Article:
"One of the problems of the current administration is that they have confused us. I consider myself a person of faith, a religious person, and I don't see any conflict between believing in the power of the Almighty to have created this extraordinary world we're part of in ways that I can't possibly understand and going to the museum and seeing a dinosaur. I think that those go hand in hand. So let's not confuse the two. Let's keep our faith strong, those of us who are people of faith, but also let's let our scientists do the work that will break through all kinds of barriers, including stem-cell research, to keep us healthy and give us a better life."

Clinton's campaign has not run as an anti-Bush screed. Instead, she seeks the same triangulation that her husband so famously created to win two terms in the nation's top job: expanding the middle class after eight years of an administration that rendered it invisible, improving equality for blacks and women, and solving the nation's health care crisis.

Local supporters cite other reasons for their support than those issues.

"She has been tested under the fire, and you really need to be tested under the fire to hold this position," said St. Petersburg lawyer Martin Rice, who attended the February fundraiser. "You have to be able to let things roll off your back, when the personal attacks start flying."

""She's been in the trenches," echoed Ana Cruz, a former executive director of the state Democratic Party and a Tampa consultant. "She understands what a rigorous campaign is all about. She understands how to define issues and how to solve problems."

April Griffin, a Hillsborough School Board member, has also met with Clinton and endorsed her candidacy, along with her board colleague Susan Valdez. For Griffin, the substantive reason to elect Clinton is her stance on fixing the flawed Bush education reform plan, No Child Left Behind. But she cites a less-issue-oriented benefit to Clinton's election.

"No. 1 is that we would get Bill back," Griffin laughs. "You get two for the price of one."

And finally, there is the gender thing.

Freedman said she was glad to be out of politics and had even sworn not to write any more campaign checks. "The more I thought about it, I had been an advocate for women in politics for years, and here we have maybe the most qualified candidate we have ever had and certainly the most qualified in the race," Freedman said. "If I don't get involved, who is going to get involved?"

Gender is a double-edged sword, however. Clinton "suffers from one of the problems that most of the women in politics suffer from: You have to look tough and be tough and never smile," Freedman explained. For many voters, that makes female politicians sound shrill and strident.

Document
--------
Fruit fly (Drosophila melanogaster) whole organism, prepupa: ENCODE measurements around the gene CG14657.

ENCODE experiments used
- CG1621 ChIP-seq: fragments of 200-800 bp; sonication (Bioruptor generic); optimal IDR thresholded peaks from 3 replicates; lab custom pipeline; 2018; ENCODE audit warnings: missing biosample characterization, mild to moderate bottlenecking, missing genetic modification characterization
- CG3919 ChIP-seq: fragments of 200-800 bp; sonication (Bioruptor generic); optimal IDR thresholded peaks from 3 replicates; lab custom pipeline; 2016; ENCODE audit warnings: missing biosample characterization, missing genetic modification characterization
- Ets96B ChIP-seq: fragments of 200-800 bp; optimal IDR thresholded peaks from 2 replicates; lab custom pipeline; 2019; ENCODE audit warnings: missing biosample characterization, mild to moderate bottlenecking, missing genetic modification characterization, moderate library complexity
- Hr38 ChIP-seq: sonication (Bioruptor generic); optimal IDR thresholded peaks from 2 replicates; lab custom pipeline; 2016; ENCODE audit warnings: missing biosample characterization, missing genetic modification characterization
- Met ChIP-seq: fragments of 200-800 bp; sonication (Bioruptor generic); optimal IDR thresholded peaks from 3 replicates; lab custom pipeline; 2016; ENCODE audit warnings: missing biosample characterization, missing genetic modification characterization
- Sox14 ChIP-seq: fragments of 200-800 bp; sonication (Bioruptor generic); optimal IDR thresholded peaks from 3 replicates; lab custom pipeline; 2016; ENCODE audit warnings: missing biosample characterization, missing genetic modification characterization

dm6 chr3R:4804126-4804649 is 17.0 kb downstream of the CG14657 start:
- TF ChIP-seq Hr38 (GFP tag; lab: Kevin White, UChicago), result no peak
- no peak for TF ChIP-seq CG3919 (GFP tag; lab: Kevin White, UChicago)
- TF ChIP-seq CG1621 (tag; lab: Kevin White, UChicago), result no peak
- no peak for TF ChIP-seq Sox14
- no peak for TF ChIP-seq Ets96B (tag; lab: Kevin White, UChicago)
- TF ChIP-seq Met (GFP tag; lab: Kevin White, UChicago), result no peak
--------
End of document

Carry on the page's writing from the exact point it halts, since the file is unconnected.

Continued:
And that gender bias shows up in polling. She gets high marks for leadership and experience. She gets low marks for likeability. Still, because of years of campaigning here for her husband and her party, Clinton has a built-in base of fundraisers and supporters that gives her a leg up for the primary.

"She's in the driver's seat in Florida," said Susan MacManus, a political science professor at the University of South Florida. "Somebody would have to prove differently to me."

Other than Obama's group of O-Train volunteers in Tampa, no candidate has much of an organization on the ground yet. With the Florida primary moved up to Jan. 29, that fact is changing as the various campaigns begin to figure out how much of a campaign they can afford to create in the Sunshine State.

Clinton will have the money and connections to build an effective organization in this state. But back to that crucial question: Can she beat a Republican? Polling has long shown that national voters want a Democrat to win the White House this time out. But when specific names, such as Clinton's, are put in front of them, their enthusiasm drops. Her supporters insist that is not a problem that is uniquely Clinton's.

"I think it will be a struggle for any candidate at this point. We've had very lazy voters," Cruz said. "Middle-of-the-road Democrats, they're just tough ... to motivate. I think the Democratic Party has lost a lot of those people because we've not had a central message."